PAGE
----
2. […] place winner will receive an Arduino Screw Shield Posted in ArduinoFun News | Tagged Arduino, Arduino Code, Arduino Mega, Arduino Mini, Arduino […]

  3. […] place winner will receive an Arduino Screw Shield Posted by GUI on Sunday, November 1, 2009, at 4:47 pm. Filed under Arduino, Misc. Tagged […]

  4. […] screw shield (pour visser votre câblage, à votre […]

  5. […] place winner will receive an Arduino Screw Shield Posted in ArduinoFun News | Tagged 3D printing, Arduino, Arduino Contest, Arduino Project, […]

  6. Gilbert Villanueva says:

    Would like to buy a couple of assembled arduino screw shields

  7. Corrado says:

    Hi everybody !
    Just to ask for a confirmation :
    the screwshield kit for Arduino, is also compatible
    with the Arduino Mega version ?
    Or there’s one specific for ?

    ThankYou !!! 😀

    Corrado Girardi

  8. GeorgeFlacker says:

    How you doing guys,

    I was wondering if by any chance you have the Eagle Schematic or Layout files.

    Thanks in advance.

  9. Corrado says:

    Hi Brian how you doing ?
    I was wondering if You are planning to produce
    a srewshield for the Mega version of Arduino

    Thanks in advence

  10. Brian says:


    Can I add a voltage regulator to this so I can run my Arduino off a higher voltage? Industrial applications are usually 24Vdc.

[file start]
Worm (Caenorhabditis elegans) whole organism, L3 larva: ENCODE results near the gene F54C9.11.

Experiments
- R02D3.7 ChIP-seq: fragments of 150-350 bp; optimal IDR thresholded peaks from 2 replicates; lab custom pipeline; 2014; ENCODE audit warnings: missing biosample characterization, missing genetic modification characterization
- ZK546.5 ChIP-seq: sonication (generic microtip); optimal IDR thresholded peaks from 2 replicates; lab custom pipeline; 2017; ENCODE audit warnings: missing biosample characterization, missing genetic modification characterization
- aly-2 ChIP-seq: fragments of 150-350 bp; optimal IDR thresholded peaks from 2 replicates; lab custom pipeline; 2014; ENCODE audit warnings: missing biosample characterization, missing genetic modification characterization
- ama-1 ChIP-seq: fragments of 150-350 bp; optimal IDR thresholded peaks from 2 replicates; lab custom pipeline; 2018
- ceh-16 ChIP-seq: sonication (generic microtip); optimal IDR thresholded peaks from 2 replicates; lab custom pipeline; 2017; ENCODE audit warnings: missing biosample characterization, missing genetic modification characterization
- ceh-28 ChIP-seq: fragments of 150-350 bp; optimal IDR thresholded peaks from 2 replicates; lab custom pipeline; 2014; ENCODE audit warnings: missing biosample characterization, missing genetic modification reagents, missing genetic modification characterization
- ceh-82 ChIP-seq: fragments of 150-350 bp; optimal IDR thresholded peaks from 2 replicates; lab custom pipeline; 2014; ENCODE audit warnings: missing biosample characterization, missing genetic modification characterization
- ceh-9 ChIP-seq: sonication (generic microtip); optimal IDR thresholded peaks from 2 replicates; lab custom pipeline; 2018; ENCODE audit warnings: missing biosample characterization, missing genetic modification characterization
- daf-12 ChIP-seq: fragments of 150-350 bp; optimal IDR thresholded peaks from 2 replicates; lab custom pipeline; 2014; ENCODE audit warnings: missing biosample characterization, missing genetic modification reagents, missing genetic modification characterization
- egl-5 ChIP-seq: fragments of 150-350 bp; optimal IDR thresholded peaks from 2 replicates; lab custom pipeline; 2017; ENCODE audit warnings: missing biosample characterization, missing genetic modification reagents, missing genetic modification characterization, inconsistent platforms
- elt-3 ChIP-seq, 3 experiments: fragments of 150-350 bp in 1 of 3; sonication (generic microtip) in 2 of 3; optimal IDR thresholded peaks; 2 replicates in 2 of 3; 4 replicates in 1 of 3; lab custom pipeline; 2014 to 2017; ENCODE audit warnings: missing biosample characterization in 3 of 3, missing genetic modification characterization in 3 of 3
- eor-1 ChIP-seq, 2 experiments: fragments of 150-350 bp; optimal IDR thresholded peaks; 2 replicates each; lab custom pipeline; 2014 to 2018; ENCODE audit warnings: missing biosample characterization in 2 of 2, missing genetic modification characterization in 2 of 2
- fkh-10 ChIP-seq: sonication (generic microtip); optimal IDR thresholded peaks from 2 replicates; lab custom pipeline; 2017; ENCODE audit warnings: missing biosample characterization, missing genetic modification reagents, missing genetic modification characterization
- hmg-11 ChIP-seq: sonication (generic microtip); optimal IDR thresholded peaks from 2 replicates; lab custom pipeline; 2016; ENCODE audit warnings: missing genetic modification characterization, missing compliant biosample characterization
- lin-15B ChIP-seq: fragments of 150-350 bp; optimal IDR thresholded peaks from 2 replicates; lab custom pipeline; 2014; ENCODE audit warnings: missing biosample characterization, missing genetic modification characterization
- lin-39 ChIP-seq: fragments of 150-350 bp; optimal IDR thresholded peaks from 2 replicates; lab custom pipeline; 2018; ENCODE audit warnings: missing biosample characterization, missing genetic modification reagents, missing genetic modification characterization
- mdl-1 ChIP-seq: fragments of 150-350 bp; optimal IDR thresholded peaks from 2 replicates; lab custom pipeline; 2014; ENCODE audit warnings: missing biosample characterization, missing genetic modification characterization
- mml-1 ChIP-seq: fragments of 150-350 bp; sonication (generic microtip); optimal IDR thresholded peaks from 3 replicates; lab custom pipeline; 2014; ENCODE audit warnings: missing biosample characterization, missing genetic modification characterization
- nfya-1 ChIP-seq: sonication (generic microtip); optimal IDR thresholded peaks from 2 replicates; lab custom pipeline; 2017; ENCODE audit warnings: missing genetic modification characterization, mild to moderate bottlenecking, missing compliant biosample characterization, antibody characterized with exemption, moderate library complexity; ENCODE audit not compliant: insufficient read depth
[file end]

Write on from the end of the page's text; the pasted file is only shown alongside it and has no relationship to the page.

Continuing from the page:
11. admin says:

    I’d suggest looking into a separate power supply rather than trying to integrate a voltage regulator. Turning 24V->5V with just a regulator will generate a lot of heat.

  12. Andy says:

    Where have the photos gone?


  13. nootrope says:

    So many of the Flickr images are listed as unavailable. The screw blocks aren’t fitting well. They are a bit wider than they should be and bunch-up when lined up. Just want to make sure I’m grouping them correctly.

    Where else can I find process shots? Thanks.

  14. admin says:

    @Andy and @nootrope, thanks for bringing this to our attention. I’m on a trip right now, so I’ll bring this to Tod and John’s attention.

    – Brian

  15. John Park says:

    Sorry about that — all fixed now. That was my fault for improperly linking static photos from Flickr, instead of the html links they want you to use. Bonus: now you can click the images and get to much higher resolution versions!

  16. Kenneth says:

    What vice/third hand are you using in the photos to hold the pcb while soldering? I’d love to get one!